California Department of Education
Taking Center Stage – Act II

The Middle Grades Community—Focused on Learning

Often, when people discuss teams or professional learning communities at a school, they are referring to the teachers. However, in the broader sense, all adults at a school constitute a learning community—they work together to support student learning. In this broader context, teachers, counselors, library/media center directors, special education teachers, paraprofessionals, teachers’ aides, administrators, classified staff members, and volunteers are all members of a learning community. Many of them are members of teams that work collaboratively to support student learning. For example, individual teachers might be members of the school safety committee or the school site council in addition to serving on a departmental team and on the Parent/Teacher/Student Association (PTSA). Each of these “communities within a community” work collaboratively to improve either the school climate or the instructional strategies that support student learning.

The National Forum to Accelerate Middle Grades Reform developed criteria for high performance. The School Self-Study and Rating Rubric (DOC; 413KB; 9pp.), is a tool designed by the Schools to Watch™-Taking Center Stage program to help schools analyze their progress toward excellence based on the National Forum’s criteria. The rubric states that a high-performing middle school “is a community of practice in which learning, experimentation, and reflection are the norm. School leadership fosters and supports interdependent collaboration. Expectations of continuous improvement permeate the school culture. Everyone’s job is to learn.”

The Single Plan for Student Achievement acts as a road map for coordinating the work of a school learning community. Ideally, the Single Plan consolidates the decisions contained in the school’s separate plans for safety, professional development, and other concerns. According to the template for developing a single school plan, the members of the school community must analyze student achievement and the instructional program before finalizing their Single Plan.1 In addition, the Single Plan must describe how all members of the school community will gain the skills they need to achieve the goals in the Single Plan.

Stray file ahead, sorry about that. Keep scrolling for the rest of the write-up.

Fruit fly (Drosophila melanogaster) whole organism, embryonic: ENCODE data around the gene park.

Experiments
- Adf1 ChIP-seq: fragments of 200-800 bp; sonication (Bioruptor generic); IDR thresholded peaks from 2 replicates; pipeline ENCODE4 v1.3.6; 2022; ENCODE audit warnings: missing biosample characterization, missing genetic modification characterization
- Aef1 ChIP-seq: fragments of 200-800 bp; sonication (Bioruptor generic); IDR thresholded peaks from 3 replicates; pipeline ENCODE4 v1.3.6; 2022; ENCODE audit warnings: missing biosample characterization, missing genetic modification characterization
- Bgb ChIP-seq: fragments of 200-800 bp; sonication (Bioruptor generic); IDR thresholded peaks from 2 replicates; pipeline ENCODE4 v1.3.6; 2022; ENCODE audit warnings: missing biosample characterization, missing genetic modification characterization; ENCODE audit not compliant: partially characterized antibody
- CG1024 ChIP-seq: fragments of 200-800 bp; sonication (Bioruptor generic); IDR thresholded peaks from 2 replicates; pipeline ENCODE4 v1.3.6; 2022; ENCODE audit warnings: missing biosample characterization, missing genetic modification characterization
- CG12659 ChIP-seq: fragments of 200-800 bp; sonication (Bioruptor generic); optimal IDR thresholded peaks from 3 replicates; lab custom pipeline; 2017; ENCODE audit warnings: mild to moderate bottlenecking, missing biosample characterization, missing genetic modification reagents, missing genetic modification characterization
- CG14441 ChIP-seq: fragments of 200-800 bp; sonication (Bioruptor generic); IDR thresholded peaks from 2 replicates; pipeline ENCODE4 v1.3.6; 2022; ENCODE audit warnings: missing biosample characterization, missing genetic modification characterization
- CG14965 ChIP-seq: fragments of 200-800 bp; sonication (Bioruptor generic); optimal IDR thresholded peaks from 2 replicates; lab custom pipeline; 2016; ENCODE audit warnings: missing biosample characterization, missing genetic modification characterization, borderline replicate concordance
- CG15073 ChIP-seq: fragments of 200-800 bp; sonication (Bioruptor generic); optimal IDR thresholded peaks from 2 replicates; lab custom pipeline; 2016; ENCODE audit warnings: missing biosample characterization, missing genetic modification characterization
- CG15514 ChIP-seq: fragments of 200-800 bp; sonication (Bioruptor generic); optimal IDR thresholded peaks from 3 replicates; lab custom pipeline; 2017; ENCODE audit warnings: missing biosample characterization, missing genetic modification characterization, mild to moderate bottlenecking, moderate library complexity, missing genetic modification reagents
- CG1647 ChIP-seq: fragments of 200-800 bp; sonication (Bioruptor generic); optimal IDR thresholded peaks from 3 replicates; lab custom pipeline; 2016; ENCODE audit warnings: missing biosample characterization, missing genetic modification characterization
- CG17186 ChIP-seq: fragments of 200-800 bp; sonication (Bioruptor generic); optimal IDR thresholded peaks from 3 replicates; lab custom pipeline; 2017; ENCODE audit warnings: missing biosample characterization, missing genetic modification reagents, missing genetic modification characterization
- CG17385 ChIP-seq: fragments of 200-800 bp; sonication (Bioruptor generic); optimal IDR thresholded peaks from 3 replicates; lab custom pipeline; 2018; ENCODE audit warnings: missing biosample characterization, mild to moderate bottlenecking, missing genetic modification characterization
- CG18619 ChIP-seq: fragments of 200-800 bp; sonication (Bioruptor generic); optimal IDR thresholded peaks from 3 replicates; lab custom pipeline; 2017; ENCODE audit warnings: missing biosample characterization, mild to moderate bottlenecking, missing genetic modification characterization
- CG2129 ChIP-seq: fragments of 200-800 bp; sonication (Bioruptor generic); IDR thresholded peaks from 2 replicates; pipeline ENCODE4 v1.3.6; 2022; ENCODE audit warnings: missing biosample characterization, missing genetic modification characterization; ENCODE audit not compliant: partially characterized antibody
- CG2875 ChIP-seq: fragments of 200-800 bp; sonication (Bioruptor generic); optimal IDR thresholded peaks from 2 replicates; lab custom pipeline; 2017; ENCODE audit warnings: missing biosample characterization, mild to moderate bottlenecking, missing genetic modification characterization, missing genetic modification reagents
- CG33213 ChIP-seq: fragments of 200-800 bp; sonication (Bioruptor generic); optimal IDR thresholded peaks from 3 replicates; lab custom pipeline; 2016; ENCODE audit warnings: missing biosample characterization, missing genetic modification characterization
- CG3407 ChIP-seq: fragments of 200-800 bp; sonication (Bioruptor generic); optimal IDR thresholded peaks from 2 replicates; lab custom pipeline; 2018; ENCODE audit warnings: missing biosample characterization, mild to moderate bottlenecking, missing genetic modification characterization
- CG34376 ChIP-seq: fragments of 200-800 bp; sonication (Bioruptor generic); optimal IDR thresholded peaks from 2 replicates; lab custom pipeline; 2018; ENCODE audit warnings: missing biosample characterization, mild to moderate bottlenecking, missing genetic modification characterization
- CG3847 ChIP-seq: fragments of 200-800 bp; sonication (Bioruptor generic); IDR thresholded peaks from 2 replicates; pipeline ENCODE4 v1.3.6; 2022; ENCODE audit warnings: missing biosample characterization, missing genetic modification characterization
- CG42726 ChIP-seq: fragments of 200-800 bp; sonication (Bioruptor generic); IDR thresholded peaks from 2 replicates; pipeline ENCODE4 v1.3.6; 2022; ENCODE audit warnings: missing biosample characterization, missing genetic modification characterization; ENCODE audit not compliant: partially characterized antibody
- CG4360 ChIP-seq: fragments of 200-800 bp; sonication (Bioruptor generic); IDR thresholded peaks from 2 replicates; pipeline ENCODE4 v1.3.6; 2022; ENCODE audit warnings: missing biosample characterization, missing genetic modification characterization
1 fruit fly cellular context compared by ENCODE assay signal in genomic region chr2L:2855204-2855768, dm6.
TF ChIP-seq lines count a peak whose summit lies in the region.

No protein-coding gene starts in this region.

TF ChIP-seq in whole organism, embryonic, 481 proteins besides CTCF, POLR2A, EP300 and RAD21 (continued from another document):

For the school and professional learning plans to be effective, both must reflect the best thinking of the entire staff. Each member of the learning team must commit to the planning process and to the resulting plan. Their ownership of the work ensures their participation in strategies to implement the goals outlined in the plan.

The professional learning plan provides a coherent approach so that everyone has a map showing his or her path toward “continuous improvement in instruction and student achievement”—the focus of the Recommendation on professional learning. Creation of the professional learning plan allows the members of the learning community to prioritize what needs to be done and to show how they will implement the plan. For example, if assessment results show that many students need additional reading skills, then the professional learning plan helps each adult in the learning community link their goals, objectives, and lessons to those goals.

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Recommendation 10 - Professional Learning—Reflection

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What is a Professional Learning Community?


Footnote
1 2013 Single Plan for Student Achievement--Part II: The Single Plan for Student Achievement Template (DOC; 251KB; 20pp.). Sacramento: California Department of Education, 2013.

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